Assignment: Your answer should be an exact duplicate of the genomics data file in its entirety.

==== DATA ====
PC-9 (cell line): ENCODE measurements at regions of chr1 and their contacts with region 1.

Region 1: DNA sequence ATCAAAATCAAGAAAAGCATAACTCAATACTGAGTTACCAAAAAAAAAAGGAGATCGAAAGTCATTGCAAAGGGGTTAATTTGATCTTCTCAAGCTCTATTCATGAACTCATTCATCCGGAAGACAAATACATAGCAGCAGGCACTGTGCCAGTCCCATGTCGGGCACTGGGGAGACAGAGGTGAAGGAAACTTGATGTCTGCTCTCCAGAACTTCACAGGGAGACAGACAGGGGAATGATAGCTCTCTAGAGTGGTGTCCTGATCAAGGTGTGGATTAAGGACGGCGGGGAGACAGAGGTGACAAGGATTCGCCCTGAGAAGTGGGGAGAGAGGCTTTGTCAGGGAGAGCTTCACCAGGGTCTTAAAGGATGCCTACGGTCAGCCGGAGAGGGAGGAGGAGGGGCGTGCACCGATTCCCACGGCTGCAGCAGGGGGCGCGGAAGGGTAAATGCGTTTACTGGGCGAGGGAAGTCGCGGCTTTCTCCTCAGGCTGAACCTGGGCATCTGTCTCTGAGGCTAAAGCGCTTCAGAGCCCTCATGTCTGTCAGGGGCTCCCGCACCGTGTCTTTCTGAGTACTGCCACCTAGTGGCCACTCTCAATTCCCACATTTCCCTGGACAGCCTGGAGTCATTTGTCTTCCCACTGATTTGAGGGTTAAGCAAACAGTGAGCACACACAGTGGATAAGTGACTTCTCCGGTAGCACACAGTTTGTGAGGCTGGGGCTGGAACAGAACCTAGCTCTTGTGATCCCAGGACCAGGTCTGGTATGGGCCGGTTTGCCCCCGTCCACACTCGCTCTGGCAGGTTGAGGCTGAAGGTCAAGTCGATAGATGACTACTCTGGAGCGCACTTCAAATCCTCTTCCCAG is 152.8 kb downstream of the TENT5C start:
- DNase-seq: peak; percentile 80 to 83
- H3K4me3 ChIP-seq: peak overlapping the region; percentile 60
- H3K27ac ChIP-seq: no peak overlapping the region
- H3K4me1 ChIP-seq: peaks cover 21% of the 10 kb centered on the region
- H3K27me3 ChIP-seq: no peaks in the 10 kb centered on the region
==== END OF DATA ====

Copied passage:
PC-9 (cell line): ENCODE measurements at regions of chr1 and their contacts with region 1.

Region 1: DNA sequence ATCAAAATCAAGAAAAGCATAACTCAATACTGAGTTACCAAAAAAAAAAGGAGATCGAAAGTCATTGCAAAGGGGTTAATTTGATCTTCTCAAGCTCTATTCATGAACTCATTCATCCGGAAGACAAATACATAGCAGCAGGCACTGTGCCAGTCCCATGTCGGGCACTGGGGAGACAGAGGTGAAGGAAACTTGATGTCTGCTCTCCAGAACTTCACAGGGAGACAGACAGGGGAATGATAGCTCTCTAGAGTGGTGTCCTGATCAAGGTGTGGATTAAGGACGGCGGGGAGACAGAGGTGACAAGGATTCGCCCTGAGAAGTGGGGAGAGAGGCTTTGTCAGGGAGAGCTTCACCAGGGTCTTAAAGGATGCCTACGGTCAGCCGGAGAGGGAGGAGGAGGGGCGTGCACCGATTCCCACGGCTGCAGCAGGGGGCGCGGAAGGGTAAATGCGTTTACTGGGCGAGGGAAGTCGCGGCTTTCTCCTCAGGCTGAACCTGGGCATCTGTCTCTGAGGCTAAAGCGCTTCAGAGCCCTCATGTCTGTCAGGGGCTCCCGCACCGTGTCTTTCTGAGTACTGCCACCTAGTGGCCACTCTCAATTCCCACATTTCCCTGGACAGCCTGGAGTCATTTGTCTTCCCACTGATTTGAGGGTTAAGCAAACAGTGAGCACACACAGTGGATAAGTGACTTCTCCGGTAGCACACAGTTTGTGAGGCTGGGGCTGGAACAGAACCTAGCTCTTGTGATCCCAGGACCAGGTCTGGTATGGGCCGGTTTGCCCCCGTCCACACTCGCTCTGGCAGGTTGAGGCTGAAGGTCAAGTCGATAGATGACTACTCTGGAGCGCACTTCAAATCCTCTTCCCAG is 152.8 kb downstream of the TENT5C start:
- DNase-seq: peak; percentile 80 to 83
- H3K4me3 ChIP-seq: peak overlapping the region; percentile 60
- H3K27ac ChIP-seq: no peak overlapping the region
- H3K4me1 ChIP-seq: peaks cover 21% of the 10 kb centered on the region
- H3K27me3 ChIP-seq: no peaks in the 10 kb centered on the region